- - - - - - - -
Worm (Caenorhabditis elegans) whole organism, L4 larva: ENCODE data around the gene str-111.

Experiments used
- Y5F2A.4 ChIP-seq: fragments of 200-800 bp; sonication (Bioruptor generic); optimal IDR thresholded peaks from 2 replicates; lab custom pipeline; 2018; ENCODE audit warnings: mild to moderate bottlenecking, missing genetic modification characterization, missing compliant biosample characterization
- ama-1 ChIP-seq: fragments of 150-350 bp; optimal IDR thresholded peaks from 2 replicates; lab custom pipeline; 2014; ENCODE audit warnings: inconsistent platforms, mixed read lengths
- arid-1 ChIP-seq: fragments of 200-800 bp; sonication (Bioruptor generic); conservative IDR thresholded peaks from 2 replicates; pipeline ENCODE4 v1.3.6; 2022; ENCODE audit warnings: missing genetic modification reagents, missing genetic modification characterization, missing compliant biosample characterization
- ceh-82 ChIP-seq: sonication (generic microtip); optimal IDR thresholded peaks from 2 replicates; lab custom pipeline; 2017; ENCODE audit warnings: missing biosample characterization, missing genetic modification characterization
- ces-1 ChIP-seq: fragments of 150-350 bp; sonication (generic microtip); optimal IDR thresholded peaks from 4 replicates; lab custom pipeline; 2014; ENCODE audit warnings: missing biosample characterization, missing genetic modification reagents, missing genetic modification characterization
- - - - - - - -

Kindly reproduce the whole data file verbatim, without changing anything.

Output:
Worm (Caenorhabditis elegans) whole organism, L4 larva: ENCODE data around the gene str-111.

Experiments used
- Y5F2A.4 ChIP-seq: fragments of 200-800 bp; sonication (Bioruptor generic); optimal IDR thresholded peaks from 2 replicates; lab custom pipeline; 2018; ENCODE audit warnings: mild to moderate bottlenecking, missing genetic modification characterization, missing compliant biosample characterization
- ama-1 ChIP-seq: fragments of 150-350 bp; optimal IDR thresholded peaks from 2 replicates; lab custom pipeline; 2014; ENCODE audit warnings: inconsistent platforms, mixed read lengths
- arid-1 ChIP-seq: fragments of 200-800 bp; sonication (Bioruptor generic); conservative IDR thresholded peaks from 2 replicates; pipeline ENCODE4 v1.3.6; 2022; ENCODE audit warnings: missing genetic modification reagents, missing genetic modification characterization, missing compliant biosample characterization
- ceh-82 ChIP-seq: sonication (generic microtip); optimal IDR thresholded peaks from 2 replicates; lab custom pipeline; 2017; ENCODE audit warnings: missing biosample characterization, missing genetic modification characterization
- ces-1 ChIP-seq: fragments of 150-350 bp; sonication (generic microtip); optimal IDR thresholded peaks from 4 replicates; lab custom pipeline; 2014; ENCODE audit warnings: missing biosample characterization, missing genetic modification reagents, missing genetic modification characterization